|Title||Variability in yield of faba beans (Vicia faba L.)|
|Source||Agricultural University. Promotor(en): R. Rabbinge; S.C. van de Geijn. - S.l. : Grashoff - ISBN 9789054850403 - 128|
|Department(s)||Theoretical Production Ecology|
|Publication type||Dissertation, externally prepared|
|Keyword(s)||oogsttoename - oogstverliezen - opbrengsten - vicia faba - tuinbonen - water - vochtigheid - droogte - yield increases - yield losses - yields - vicia faba - faba beans - water - humidity - drought|
|Categories||Protein Crops / Dry Beans|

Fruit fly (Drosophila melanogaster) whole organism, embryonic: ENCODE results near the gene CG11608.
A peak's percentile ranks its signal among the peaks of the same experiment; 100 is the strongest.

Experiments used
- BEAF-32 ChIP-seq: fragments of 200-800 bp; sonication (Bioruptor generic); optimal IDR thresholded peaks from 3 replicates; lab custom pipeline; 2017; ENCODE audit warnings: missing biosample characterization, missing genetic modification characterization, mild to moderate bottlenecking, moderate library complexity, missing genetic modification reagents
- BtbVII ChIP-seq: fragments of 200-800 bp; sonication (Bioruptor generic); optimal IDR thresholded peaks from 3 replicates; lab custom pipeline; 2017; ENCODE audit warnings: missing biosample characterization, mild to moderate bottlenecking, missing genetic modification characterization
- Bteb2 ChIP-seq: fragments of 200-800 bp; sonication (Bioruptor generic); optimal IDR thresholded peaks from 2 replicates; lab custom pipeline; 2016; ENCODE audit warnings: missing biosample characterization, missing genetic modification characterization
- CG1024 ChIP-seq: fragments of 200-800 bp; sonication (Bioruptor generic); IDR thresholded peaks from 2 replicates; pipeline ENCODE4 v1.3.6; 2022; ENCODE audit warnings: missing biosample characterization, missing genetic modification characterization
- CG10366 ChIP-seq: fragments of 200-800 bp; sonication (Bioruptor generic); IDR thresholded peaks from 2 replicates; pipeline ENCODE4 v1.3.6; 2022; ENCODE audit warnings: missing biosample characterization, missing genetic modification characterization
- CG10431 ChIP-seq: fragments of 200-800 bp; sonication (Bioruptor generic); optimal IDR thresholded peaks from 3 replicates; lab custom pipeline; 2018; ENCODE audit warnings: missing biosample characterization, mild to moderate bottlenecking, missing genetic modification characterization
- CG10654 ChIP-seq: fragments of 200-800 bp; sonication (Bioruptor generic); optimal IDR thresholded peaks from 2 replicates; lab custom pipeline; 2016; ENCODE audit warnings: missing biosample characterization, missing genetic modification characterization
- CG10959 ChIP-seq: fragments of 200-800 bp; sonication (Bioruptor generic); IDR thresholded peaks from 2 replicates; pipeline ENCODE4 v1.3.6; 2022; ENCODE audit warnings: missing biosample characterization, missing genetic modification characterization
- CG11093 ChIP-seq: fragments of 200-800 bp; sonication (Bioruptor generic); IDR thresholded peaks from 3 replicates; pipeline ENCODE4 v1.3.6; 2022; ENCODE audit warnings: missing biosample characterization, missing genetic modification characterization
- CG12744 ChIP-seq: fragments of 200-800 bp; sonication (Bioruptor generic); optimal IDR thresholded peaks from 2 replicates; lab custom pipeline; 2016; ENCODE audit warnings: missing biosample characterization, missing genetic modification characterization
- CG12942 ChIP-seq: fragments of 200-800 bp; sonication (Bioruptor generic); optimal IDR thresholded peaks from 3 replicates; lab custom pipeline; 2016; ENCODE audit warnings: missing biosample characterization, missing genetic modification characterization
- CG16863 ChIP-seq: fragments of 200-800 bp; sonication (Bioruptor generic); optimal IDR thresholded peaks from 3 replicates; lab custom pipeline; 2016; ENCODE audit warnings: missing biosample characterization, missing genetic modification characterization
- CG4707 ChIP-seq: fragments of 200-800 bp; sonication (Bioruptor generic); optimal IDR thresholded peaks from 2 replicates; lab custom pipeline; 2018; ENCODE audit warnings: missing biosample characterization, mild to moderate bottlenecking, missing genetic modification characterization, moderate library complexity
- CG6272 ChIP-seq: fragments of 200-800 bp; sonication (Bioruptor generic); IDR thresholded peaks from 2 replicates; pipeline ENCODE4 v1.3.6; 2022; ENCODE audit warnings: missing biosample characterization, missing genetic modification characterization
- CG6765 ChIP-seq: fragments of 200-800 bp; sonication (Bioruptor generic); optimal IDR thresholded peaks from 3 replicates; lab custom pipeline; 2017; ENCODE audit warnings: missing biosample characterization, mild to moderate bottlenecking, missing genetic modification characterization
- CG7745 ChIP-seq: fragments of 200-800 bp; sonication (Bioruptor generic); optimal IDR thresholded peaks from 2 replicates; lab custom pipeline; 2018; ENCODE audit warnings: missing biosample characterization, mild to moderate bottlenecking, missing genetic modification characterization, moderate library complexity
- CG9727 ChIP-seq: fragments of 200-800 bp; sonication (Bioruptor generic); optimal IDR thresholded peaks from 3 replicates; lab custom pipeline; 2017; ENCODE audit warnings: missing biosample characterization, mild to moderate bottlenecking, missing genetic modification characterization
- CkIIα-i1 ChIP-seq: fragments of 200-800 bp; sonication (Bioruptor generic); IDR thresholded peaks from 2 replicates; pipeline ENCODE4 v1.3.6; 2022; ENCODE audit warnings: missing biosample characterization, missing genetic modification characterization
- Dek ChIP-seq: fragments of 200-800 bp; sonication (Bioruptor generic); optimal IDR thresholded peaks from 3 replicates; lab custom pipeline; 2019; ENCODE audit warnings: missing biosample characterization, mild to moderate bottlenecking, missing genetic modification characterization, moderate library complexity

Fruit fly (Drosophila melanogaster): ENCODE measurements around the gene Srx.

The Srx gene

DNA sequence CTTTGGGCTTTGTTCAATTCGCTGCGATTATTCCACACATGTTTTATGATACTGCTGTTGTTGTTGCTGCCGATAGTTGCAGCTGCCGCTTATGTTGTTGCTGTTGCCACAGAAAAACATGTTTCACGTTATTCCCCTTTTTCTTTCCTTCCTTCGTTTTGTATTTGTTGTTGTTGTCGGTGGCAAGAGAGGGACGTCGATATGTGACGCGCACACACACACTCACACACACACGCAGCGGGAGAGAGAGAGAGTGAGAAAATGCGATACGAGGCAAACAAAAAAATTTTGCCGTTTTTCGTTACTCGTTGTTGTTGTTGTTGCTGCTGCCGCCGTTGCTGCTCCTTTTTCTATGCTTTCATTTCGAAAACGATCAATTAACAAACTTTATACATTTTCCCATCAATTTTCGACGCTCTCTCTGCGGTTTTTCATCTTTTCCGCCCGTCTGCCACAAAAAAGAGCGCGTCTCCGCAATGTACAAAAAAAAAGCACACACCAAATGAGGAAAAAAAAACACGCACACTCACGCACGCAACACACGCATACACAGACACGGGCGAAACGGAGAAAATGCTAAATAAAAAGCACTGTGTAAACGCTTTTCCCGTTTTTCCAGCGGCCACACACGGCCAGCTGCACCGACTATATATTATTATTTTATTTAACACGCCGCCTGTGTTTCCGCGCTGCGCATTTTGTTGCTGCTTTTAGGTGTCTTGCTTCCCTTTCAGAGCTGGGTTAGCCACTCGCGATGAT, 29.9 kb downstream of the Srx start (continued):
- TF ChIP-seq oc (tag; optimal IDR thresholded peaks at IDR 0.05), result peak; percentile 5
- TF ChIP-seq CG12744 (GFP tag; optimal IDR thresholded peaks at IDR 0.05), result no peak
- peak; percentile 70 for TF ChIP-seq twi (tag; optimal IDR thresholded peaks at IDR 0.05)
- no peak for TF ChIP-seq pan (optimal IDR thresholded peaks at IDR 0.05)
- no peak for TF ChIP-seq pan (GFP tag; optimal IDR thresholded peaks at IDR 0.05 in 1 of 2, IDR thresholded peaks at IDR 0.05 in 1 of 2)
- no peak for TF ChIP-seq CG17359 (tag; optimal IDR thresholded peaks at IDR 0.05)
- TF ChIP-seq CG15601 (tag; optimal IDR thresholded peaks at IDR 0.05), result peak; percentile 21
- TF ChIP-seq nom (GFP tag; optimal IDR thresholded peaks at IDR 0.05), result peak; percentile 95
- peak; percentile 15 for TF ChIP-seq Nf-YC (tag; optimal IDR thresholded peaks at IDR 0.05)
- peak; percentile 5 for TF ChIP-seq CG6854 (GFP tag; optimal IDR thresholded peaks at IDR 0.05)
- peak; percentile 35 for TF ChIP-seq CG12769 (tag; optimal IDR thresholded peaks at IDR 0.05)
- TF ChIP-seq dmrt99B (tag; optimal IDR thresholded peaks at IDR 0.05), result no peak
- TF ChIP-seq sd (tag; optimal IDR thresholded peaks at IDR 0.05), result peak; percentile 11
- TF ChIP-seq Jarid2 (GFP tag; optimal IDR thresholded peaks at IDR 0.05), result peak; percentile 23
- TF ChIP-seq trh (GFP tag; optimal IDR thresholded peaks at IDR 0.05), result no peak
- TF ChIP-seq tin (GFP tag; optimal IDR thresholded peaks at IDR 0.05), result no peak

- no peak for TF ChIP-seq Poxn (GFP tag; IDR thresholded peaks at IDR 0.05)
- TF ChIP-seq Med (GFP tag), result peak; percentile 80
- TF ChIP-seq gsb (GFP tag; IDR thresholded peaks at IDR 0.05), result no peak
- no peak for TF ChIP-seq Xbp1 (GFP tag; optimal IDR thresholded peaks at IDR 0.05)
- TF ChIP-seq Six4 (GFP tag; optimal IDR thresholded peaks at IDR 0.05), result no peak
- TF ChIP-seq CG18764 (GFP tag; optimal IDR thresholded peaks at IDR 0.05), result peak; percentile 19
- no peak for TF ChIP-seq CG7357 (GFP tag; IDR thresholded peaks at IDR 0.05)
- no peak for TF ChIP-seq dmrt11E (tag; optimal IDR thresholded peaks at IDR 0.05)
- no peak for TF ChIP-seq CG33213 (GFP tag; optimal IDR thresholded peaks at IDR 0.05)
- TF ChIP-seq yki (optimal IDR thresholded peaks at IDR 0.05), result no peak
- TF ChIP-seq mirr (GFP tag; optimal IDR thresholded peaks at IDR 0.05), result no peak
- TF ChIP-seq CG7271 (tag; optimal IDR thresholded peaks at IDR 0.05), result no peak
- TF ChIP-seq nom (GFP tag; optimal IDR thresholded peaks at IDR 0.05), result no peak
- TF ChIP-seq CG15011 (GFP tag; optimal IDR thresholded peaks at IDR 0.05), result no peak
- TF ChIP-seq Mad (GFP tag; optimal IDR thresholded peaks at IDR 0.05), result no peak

Yield variability is one of the major problems in growing faba beans. In this thesis, the effect of water supply pattern on yield variability of the crop is studied with experiments in the field and under controlled conditions, and with a simulation model. In a series of field experiments, water shortage during flowering, followed by plenty of water after flowering resulted in 30-200% higher pod retention at early formed nodes, a 7% higher Harvest Index, equal average seed yields (6 t ha -1, 100% d.m.), but a 57% larger seed yield range, compared with plenty of water during and after flowering. In some experiments, mild water shortage during flowering resulted in final seed yields which were significantly higher (0.3-0.6 t ha -1) than with plenty of water both during and after flowering. Water shortage after flowering resulted in yield limitations of more than 3 t ha -1and a 200% larger seed yield range. Crop physiological measurements showed that faba beans have insufficient osmotic adjustment and/or adaptation of cell wall elasticity. Thus, the turgor of young stems and leaves, the expansive growth and the vegetative sink strength decrease already with mild water shortage. The stomatal conductance and photosynthesis decrease only at more severe water shortage. It is argued how this may explain the positive effect of mild water shortage on the dry matter partitioning to reproductive organs. The effects are compared with those found in cotton. In a simulation model the physiological knowledge is implemented and calibrated. The model outcomes correspond with the measured average seed yields and account for up to 80% of the measured yield variation of data sets of several locations in Western Europe. Applying plenty of water after flowering increases the average seed yields with 17%-42% and reduces the standard deviation of the seed yields, a measure for the variability, with 43%-73%. Plenty of water during and after flowering has almost no additional effects. It is shown that the positive effect of mild water shortage during flowering on seed yield has only limited value as a target for crop management. But, plenty of water after flowering is crucial for high and stable seed yields. Model explorations show that a doubling of the rooted depth reduces the seed yield variability with about 30%, but a doubling of the water extraction capacity of the crop does not reduce the yield variability at all. It is concluded that variations in water availability after flowering (i.e. during the grain filling period) are a major factor in yield variability of faba beans in Western Europe. However, when water shortage is eliminated as the limiting factor, yield reducing factors, especially diseases, may be more important than was expected before. It is shown how feasibility studies with the model can support management and breeding research by evaluating 'ideotypes' and conditions for optimum productivity in present and future climate. As an example, some effects of climate change on average yield and yield variability of rain-fed and irrigated crops are assessed.